Meritage Homes, another builder that didn’t have significant legacy land to work through, is already seeing strong margin improvements related to new community openings. Gross margins were up 18.3% for the second quarter compared with 12.3% last year. Roughly 20% of its second-quarter closings came from the newer communities.
Ryland Homes’ results show how being slower to bring newer, less expensive land online can hammer returns. Ryland lost $21.8 million, or $0.40 per share, in the quarter, and part of that was blamed on a 17% drop in community count.
Only 5% to 10% of its sales came from new communities, which are producing higher margins between 400 and 600 basis points. By next year, roughly 40% of the company’s closings are expected to come from new communities.
Buying land remains a strong priority for many builders, and some with huge war chests intimated that was what they plan to do with some of their cash. Analysts peppered builders with the biggest cash hordes, such as PulteGroup, Toll Brothers, and D. R. Horton, with questions about what they plan to do with all their money.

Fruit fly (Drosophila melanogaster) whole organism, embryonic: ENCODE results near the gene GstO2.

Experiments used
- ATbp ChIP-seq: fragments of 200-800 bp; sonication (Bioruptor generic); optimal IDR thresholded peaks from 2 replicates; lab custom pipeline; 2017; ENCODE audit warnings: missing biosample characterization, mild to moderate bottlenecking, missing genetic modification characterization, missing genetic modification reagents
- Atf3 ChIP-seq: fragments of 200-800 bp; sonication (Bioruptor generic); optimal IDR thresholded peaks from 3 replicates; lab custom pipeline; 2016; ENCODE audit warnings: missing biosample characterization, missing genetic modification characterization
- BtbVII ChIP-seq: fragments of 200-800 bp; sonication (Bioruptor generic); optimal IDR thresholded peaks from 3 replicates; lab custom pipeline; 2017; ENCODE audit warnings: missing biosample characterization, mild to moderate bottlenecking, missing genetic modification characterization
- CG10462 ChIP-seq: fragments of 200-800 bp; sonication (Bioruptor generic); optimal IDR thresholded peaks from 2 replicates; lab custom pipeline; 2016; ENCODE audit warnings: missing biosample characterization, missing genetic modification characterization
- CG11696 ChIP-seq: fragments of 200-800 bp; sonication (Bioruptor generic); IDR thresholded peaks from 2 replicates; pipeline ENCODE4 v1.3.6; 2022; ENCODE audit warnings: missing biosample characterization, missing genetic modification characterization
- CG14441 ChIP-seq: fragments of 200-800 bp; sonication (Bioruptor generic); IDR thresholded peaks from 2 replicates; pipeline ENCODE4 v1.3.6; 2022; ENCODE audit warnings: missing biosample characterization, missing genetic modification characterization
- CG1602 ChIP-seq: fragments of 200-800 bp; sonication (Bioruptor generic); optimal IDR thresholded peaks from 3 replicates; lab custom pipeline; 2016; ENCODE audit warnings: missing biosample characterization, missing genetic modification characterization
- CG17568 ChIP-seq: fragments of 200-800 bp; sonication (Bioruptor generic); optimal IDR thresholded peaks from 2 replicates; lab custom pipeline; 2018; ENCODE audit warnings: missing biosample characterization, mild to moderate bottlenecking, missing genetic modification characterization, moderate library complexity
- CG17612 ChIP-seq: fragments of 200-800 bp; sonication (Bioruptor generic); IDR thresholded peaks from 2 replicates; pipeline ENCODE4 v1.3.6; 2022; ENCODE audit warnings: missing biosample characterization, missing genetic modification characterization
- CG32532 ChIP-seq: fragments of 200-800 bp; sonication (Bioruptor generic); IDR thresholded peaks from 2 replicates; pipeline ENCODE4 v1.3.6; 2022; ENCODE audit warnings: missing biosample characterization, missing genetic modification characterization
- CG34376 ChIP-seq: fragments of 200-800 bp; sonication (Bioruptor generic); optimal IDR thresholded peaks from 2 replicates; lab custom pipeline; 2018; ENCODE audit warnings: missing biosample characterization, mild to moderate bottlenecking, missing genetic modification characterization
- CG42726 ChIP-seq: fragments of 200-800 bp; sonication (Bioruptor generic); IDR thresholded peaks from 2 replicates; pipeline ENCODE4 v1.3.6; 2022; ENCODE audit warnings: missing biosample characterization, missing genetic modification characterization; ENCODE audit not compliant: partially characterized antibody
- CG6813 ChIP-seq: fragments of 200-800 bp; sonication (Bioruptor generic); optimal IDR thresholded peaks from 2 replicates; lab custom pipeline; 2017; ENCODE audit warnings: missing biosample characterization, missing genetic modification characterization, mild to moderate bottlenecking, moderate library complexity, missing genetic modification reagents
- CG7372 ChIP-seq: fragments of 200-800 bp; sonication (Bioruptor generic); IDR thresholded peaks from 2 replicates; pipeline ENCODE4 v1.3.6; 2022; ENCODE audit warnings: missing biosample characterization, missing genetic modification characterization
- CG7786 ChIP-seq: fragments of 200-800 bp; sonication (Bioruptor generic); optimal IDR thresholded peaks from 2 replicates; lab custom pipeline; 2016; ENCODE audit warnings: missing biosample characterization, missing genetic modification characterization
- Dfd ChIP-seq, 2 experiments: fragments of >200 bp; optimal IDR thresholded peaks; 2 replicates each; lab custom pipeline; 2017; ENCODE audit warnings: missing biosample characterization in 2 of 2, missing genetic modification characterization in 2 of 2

PulteGroup, which has $2.7 billion in cash, the highest in the industry, said company executives have been discussing that issue.
"We do think that any significant liquidity concerns for a couple of years are gone, and we are looking at funding something," PulteGroup CEO Richard Dugas said, adding his preference would be to put the money in more land inventory, though paying down debt is another option.
M.D.C’s Mizel was a bit cagier in his answer to the question about his plans for the company’s $1.6 billion in cash.
“We expect to use the resources we have in our business. This is a very opportunistic time in this industry, and we will not miss any opportunity,” he said.
Teresa Burney is a senior editor for BUILDER and BIG BUILDER magazines.